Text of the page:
Ensuring foreign exchange stability in Nigeria
The many inconsistencies of the Central Bank of Nigeria (CBN) as to its management of the country’s foreign exchange policy over the last two years, once again came into focus when the bank announced the new floating exchange rate regime based on a two-way quote.
Observers were then tempted to wonder if the policy was well-thought-out and if it would not be reversed after a while, as was the case with the policies of dollar deposits and withdrawals as well as overseas dollar spending limits, among others.
In spite of the attractiveness of the new policy, analysts are somewhat sceptical about its ability to facilitate the determination of the actual value of the naira.
Some of the analysts insist that Nigeria is not yet ripe for such a policy, as its economy would be negatively affected by the policy in the short run, while others say that other measures should be put in place if the policy is to achieve its aims.
Specifically, Prof. Akpan Ekpo, the Director, General, West African Institute of Financial and Economic Management, says that the recent foreign exchange framework, which was announced by the CBN, is not surprising.
He says the apex bank gave the hint about the introduction of the new policy when it canvassed the need for greater flexibility in the foreign exchange market.
According to him, the policy now allows the market to determine the value of the naira.
Ekpo says the practical analysis partially fits into neo-liberal economic doctrine but notes that the fundamental issue is the scarcity of foreign exchange.
“It is not that the country’s currency, the naira, is not convertible, when a commodity like forex (foreign exchange) is scare; it has to be allocated efficiently (not rationing),’’ he says.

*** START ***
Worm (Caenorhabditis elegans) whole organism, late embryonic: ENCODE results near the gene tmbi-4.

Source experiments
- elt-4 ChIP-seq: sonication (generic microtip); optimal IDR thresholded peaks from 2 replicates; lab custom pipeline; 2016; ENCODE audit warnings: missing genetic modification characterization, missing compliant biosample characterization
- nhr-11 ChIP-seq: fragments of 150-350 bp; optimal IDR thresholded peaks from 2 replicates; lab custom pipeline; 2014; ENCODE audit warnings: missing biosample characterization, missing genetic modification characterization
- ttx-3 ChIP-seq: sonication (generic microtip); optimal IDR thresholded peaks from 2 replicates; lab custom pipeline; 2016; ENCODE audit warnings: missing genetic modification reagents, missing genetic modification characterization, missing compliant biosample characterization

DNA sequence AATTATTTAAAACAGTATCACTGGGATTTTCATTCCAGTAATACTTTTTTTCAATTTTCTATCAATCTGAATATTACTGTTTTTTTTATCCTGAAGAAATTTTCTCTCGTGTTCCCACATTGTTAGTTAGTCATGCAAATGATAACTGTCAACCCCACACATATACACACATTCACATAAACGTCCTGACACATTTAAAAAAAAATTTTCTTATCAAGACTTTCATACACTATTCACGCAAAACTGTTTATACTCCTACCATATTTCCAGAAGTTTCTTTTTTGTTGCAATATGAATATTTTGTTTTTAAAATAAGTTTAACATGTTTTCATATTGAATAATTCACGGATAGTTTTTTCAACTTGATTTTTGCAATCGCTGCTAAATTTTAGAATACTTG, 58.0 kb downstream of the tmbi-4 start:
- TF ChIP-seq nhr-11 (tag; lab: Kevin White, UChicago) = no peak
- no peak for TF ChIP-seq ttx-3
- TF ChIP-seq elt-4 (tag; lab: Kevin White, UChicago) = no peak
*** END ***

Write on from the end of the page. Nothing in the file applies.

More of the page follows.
The director general says that CBN has decided to float the naira with short-term, medium-term and long-term consequences for the national economy.
He emphasises that in the short-term, the naira will further depreciate, thus implying that more local currency would be needed to buy foreign currency.
This, he adds, will result in price increases, further raising the inflation rate because of uncertainty and speculation.
Ekpo says that it is impossible to wipe out speculation in a market-driven capitalist economy which is essentially a gambler-driven system.
He insists that the higher rates of inflation will affect the welfare of the poor and average Nigerian, adding, however, that the affluent citizens can always draw on savings to continue to maintain their consumption patterns.
According to him, the new foreign exchange regime is assuming that the Nigerian economy is productive, manufacturing or adding value to the production chain.
He adds that based on that assumption, the exportation of the produced commodities would be able to earn foreign exchange, which would then be ploughed back into the economy.
Ekpo, however, says the Nigerian economy is not sophisticated enough to accommodate the implementation of the type of foreign exchange market mechanism enunciated by the bank.
“If the economy is productive and manufactures goods for exports; then, the forex market would operate like any other market in the economy, but this is not the case,’’ he says.
He concludes that it is important to create an environment that favours goods production and manufacture for exports before allowing market forces to take control of the foreign exchange market.
Nevertheless, financial experts say that the intervention fund of the CBN, aimed at boosting exports, is to create such an enabling environment.